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The New Yorker: ‘The death penalty is withering’

Jeffrey Toobin

Jeffrey Toobin

From Jeffrey Toobin’s excellent New Yorker article, “Danalynn Recer and the Death Penalty in Texas“:

The death penalty is withering, even in Texas. In the nineteen-nineties, juries in the United States handed down about three hundred death sentences per year; in 2010 there were only a hundred and fourteen. There were ninety-eight executions in 1999 and only forty-six last year. Earlier this year, Illinois became the sixteenth state to ban executions. The change has been especially striking in Houston, which has long reigned as the death-penalty capital of the nation. If Harris County, which includes Houston and its nearby suburbs, were a state, it would trail only the rest of Texas for the number of people executed. But last year prosecutors in Harris County sent only two people to death row.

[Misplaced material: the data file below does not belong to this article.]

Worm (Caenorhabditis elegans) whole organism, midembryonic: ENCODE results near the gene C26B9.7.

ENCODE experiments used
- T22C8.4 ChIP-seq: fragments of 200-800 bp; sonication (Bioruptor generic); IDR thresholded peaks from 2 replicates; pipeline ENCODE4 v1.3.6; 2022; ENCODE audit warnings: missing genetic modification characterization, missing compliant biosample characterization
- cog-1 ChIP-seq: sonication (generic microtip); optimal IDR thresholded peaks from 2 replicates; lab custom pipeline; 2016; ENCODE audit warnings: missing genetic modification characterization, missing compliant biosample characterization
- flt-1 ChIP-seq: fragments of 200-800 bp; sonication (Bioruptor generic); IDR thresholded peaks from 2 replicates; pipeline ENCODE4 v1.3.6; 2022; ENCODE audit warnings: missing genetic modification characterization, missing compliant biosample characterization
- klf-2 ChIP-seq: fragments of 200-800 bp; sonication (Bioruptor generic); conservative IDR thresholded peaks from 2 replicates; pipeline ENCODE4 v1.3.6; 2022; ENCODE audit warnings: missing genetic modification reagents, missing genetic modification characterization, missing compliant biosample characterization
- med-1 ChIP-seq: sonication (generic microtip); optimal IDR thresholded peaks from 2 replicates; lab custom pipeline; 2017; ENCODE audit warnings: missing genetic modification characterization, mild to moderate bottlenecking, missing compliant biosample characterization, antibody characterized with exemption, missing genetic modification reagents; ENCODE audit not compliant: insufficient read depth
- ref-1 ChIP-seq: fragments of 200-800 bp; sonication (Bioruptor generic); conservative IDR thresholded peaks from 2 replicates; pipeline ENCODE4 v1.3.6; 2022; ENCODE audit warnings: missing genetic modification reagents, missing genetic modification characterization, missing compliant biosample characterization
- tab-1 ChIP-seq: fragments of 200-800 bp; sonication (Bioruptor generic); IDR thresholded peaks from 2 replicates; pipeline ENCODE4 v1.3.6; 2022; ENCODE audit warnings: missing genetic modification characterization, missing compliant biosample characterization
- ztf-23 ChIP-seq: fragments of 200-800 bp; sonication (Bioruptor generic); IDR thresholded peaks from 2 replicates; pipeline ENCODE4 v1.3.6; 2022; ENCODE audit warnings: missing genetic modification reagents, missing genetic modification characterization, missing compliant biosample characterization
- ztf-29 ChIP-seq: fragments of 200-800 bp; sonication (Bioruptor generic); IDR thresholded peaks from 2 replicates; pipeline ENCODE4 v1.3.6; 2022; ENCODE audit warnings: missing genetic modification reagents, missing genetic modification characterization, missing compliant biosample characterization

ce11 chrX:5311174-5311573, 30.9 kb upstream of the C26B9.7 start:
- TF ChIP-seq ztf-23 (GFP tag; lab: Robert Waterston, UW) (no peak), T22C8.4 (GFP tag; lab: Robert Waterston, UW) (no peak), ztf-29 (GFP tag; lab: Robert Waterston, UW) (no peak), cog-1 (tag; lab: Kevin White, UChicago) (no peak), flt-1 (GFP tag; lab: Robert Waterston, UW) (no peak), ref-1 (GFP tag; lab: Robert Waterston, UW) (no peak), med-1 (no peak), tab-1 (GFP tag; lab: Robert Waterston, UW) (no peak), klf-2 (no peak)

Toobin’s entire article on the practice of Recer and other mitigators demands a read.

Photo: Courtesy CNN

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